Theses and Dissertations

Date of Award


Document Type


Degree Name

Doctor of Education (EdD)


Abraham S. Fischler College of Education


Linda Gaughan

Committee Member

Daniel Turner III


collaborative lesson planning, high impact instructional strategies, high yield instructional strategies, professional learning community, significant cognitive disabilities, teacher self-efficacy


During the generic qualitative research, a system for facilitating collaborative lesson planning for teachers of students with significant cognitive disabilities was developed and studied. The collaborative model allowed teachers to meet both school and district expectations for lesson plans. The purpose of the study, however, was to focus on the teachers’ experience of participating in the collaborative lesson planning system.

Questions were asked of teachers at three points during the study: (a) during business as usual individual planning, (b) after 3 weeks of collaborative lesson planning training and practice, and (c) at the end of 6 weeks of PLC lesson planning participation. The focus of interview questions was on teachers’ experiences in the process of planning, teacher self efficacy, incorporating high impact instructional strategies, and meeting district and school expectations for preparing lessons.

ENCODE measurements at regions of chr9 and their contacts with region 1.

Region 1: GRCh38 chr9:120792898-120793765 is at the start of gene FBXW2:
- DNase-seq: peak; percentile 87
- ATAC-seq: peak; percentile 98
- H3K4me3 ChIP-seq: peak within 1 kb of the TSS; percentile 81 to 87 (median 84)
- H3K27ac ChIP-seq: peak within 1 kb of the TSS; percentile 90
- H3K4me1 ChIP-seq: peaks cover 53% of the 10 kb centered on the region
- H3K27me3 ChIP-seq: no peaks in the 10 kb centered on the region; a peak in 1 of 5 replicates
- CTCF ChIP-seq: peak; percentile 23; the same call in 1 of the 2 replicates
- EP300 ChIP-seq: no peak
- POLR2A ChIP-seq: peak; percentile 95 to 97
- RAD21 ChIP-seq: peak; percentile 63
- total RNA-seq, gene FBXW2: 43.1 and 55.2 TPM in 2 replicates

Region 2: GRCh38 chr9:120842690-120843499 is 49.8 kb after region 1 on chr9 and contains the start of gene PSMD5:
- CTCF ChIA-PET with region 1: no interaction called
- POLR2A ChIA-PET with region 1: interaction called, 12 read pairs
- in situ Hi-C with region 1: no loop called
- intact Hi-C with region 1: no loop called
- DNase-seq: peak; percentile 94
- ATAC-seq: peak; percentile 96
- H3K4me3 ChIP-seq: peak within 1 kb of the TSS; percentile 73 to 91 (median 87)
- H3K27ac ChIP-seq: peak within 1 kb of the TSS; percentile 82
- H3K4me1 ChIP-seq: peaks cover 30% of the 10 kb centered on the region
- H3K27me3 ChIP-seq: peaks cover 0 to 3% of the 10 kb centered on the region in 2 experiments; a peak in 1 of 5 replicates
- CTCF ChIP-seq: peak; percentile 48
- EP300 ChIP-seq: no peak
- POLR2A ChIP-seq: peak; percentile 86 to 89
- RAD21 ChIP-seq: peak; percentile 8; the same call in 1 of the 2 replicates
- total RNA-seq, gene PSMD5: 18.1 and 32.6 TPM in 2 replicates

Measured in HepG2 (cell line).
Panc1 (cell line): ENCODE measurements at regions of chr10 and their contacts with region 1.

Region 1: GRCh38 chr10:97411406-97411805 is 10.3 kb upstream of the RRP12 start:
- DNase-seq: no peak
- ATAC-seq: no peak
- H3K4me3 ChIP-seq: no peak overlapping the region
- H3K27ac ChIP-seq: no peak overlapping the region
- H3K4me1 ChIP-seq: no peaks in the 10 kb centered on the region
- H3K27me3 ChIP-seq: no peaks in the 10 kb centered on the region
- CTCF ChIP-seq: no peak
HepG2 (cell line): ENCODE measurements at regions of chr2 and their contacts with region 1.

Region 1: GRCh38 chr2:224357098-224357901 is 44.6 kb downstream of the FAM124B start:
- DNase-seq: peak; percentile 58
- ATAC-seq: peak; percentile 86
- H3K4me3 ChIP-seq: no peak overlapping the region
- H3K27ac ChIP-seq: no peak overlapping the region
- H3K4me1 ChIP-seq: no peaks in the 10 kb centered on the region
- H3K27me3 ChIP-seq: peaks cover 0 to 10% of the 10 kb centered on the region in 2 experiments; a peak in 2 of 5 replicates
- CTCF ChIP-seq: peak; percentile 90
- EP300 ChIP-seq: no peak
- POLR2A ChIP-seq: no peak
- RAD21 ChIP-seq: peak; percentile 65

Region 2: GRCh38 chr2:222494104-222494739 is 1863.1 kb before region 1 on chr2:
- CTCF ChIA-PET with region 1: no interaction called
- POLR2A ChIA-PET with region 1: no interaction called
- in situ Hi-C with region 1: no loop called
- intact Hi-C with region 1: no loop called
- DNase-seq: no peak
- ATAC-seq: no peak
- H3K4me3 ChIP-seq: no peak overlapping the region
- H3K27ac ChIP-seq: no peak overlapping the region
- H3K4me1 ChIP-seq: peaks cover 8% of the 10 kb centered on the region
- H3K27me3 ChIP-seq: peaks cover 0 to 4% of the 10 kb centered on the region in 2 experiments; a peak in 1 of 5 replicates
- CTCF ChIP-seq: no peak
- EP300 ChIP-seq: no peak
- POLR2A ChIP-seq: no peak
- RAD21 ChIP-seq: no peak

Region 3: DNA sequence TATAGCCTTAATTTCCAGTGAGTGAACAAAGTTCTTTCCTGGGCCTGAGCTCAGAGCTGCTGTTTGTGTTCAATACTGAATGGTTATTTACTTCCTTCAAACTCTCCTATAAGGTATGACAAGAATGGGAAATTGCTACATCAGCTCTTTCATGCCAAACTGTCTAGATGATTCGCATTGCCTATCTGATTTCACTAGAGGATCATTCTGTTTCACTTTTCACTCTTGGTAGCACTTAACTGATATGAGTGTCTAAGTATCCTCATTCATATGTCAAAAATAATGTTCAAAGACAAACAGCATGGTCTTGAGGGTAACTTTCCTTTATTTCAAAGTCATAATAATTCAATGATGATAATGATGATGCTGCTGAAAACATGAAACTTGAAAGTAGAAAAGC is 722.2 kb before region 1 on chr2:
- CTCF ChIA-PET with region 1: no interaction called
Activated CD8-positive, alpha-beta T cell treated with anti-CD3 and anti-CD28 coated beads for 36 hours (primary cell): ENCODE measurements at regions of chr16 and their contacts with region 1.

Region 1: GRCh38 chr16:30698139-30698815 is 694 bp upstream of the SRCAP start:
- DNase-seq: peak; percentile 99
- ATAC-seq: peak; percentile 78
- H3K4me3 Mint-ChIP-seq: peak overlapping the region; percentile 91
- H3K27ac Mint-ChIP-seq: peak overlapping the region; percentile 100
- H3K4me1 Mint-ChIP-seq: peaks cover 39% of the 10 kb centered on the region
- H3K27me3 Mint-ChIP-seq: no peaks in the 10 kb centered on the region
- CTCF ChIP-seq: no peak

Participants shared that participating in collaborative lesson planning and PLC meetings better equipped them to meet requirements for lesson planning, improves the overall quality of lesson plans, and positively impacts student achievement. Additionally, teachers recommended more protected planning time in which to develop better quality lesson plans. Planning lessons for students with significant cognitive disabilities takes more time since teachers have to create instructional materials and resources to meet the unique needs of the student population.

Future research should include conducting a similar study with a larger and more diverse sample. Another recommendation is to look at the viability of planning by department for students with significant cognitive disabilities. Finally, examining the impact of training teachers of students with significant cognitive disabilities to implement Universal Design for Learning (UDL) principles in their lesson plans would be beneficial.